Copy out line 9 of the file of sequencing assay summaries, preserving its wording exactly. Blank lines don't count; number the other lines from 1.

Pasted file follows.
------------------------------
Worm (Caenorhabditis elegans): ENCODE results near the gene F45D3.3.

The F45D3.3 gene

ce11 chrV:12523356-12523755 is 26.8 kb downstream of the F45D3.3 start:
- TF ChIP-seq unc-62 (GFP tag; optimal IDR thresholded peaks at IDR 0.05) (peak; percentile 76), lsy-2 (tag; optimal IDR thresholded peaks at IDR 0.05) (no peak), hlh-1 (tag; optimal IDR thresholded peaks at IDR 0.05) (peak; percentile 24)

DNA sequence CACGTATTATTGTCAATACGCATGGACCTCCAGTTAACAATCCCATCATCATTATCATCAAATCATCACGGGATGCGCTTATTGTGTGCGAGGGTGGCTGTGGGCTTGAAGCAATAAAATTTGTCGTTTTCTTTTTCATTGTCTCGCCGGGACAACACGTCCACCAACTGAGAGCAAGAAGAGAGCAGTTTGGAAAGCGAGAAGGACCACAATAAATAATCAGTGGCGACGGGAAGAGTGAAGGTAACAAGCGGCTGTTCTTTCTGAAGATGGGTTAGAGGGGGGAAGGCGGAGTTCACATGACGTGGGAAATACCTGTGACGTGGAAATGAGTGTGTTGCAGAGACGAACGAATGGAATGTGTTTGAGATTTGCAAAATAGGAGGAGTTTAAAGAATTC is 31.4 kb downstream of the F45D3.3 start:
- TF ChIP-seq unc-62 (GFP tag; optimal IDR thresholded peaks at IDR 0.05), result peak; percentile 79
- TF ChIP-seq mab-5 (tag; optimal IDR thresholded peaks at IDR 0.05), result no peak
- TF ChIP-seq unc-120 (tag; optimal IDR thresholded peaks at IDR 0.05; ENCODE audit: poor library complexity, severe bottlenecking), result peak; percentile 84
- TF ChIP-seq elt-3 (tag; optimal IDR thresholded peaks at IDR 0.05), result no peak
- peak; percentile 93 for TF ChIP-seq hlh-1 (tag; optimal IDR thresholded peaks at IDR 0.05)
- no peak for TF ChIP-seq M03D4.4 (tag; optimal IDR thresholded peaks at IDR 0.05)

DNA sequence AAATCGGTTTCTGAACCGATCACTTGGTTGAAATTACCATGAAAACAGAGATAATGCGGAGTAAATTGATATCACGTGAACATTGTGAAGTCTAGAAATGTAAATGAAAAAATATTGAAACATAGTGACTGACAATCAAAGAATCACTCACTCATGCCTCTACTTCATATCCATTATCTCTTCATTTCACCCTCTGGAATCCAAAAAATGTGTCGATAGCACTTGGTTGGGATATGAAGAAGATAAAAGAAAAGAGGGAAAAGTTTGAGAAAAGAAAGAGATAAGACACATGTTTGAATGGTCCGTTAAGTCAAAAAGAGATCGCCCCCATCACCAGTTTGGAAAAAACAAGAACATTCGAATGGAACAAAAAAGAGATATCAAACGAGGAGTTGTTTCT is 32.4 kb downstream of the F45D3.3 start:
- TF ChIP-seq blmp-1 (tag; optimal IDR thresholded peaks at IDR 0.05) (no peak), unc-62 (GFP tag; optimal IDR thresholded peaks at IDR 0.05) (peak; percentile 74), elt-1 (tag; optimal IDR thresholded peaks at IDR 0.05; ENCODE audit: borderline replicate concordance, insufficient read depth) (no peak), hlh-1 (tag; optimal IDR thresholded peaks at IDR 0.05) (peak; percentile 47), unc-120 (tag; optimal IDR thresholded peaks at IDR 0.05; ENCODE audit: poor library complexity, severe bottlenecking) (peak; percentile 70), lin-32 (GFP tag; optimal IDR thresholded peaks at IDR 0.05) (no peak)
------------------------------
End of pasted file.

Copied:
- TF ChIP-seq elt-3 (tag; optimal IDR thresholded peaks at IDR 0.05), result no peak